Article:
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PTSD May Double the Risk of Ovarian Cancer, Finds Study

“Ovarian cancer has been called a 'silent killer' because it is difficult to detect in its early stages.”

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According to a new study published Thursday in the journal Cancer Research, women who have the signs and symptoms of post-traumatic stress disorder (PTSD) had a greater risk of developing ovarian cancer than women who had no PTSD symptoms.

Researchers from Moffitt Cancer Center and Harvard T.H. Chan School of Public Health think that prolonged stress may hasten ovarian tumor growth, resulting in more invasive and larger tumors.

The researchers said that the findings suggest that the severity of PTSD symptoms can be associated with an increased risk of ovarian cancer and the risk remained high even after decades of experiencing a traumatic event.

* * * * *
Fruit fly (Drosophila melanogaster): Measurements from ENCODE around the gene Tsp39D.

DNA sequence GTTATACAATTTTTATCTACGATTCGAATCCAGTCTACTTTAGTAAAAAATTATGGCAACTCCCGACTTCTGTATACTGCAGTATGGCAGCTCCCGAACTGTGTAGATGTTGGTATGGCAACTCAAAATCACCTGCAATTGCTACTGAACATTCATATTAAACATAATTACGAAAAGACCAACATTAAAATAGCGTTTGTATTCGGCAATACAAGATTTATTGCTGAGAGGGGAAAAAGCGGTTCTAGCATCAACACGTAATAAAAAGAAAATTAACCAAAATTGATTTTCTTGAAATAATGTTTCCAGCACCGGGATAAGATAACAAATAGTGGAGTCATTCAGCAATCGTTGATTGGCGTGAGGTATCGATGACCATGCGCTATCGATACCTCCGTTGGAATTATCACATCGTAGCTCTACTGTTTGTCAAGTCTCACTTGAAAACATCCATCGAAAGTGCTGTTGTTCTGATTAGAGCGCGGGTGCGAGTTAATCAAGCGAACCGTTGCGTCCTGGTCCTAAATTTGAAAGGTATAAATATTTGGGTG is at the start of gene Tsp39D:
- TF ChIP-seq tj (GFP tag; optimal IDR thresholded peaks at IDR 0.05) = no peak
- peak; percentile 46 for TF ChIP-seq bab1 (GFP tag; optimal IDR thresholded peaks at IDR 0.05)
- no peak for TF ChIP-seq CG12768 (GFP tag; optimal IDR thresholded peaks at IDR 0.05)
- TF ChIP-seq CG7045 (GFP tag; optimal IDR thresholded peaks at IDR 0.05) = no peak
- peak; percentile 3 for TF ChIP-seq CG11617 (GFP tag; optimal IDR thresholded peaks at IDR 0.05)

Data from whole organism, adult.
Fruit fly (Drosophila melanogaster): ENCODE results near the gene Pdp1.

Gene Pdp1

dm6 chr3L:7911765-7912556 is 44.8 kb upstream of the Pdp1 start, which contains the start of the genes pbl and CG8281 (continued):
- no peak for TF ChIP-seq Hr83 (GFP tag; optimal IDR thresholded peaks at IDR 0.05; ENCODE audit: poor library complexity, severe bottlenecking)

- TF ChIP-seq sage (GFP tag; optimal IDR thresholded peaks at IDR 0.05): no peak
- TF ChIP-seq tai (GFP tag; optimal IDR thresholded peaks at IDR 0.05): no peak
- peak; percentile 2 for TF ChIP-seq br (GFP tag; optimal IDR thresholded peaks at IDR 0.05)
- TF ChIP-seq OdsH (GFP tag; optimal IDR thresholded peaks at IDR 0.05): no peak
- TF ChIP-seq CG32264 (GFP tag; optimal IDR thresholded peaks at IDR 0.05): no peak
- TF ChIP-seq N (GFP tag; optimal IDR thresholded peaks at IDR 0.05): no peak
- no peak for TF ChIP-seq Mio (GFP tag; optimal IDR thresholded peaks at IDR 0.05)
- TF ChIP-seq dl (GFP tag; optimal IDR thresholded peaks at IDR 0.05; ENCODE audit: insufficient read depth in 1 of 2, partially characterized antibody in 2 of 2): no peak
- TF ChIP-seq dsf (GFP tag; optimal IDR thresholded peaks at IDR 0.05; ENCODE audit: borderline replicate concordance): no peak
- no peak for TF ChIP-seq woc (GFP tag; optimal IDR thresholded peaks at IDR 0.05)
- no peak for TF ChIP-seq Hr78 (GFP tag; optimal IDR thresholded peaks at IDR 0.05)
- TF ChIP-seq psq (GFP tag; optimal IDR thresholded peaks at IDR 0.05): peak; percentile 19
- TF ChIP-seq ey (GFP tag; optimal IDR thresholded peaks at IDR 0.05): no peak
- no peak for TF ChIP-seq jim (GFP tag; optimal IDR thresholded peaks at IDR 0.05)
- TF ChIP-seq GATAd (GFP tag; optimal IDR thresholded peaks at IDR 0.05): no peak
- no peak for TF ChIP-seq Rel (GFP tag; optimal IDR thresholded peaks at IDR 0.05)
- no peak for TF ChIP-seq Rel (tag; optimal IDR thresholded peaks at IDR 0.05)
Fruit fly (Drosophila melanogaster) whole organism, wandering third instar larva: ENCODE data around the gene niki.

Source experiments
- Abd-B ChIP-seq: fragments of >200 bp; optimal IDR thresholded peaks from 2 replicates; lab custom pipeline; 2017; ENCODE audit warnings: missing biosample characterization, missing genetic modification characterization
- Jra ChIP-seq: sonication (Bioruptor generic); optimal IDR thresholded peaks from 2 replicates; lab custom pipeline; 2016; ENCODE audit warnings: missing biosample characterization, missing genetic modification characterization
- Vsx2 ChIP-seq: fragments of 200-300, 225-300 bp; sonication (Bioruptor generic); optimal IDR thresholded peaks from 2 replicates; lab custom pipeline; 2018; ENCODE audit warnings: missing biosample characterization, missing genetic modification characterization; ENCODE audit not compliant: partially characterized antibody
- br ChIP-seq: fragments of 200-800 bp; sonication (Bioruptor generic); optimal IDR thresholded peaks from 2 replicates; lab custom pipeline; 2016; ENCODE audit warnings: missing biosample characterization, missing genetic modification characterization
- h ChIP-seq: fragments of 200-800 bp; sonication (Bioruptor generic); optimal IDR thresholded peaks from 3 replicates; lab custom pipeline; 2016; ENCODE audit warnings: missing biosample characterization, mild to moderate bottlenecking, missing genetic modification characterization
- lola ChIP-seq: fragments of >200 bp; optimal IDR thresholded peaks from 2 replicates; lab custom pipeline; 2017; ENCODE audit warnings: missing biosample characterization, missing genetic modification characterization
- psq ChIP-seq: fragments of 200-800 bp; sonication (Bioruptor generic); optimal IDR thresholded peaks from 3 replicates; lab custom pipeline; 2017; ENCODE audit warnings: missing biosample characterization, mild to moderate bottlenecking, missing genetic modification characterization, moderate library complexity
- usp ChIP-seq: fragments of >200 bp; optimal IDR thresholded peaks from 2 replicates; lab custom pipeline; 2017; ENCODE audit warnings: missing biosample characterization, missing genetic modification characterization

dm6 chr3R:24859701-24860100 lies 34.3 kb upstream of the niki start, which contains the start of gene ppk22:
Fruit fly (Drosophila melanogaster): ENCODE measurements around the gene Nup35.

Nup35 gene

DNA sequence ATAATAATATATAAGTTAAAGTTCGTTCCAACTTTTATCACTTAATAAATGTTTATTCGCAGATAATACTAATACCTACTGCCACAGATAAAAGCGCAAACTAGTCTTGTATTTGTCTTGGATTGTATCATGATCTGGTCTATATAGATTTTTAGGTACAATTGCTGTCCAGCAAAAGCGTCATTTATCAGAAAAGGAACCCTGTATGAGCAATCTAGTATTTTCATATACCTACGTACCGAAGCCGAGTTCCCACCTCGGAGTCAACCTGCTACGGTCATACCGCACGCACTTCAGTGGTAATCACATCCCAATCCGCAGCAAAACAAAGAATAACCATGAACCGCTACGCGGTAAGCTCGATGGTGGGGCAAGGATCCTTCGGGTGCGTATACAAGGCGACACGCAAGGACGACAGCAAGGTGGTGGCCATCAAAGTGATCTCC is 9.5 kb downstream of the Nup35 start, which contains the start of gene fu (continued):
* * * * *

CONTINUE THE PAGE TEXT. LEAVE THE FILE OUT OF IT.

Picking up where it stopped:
Ovarian cancer is one of the most deadly gynecologic conditions, which is difficult to detect in early stages.

Study co-author Dr. Laura Kubzansky said, “Ovarian cancer has been called a ‘silent killer’ because it is difficult to detect in its early stages. Therefore, identifying more specifically who may be at increased risk for developing the disease is important for prevention or earlier treatment.”

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The study also found that the potential link between the ovarian cancer risk and PTSD is for the most aggressive types of ovarian cancer.

Study co-author Dr. Andrea Roberts said, “In light of these findings, we need to understand whether successful treatment of PTSD would reduce this risk, and whether other types of stress are also risk factors for ovarian cancer.”

Currently, there are relatively few risk factors associated with ovarian cancer. The study researchers opine that looking out for PTSD symptoms and other psychological disturbances such as depression and anxiety may help prevent ovarian cancer. Dr. Roberts added, “If confirmed in other populations, this could be one factor that doctors could consider when determining if a woman is at high risk of ovarian cancer in the future.”

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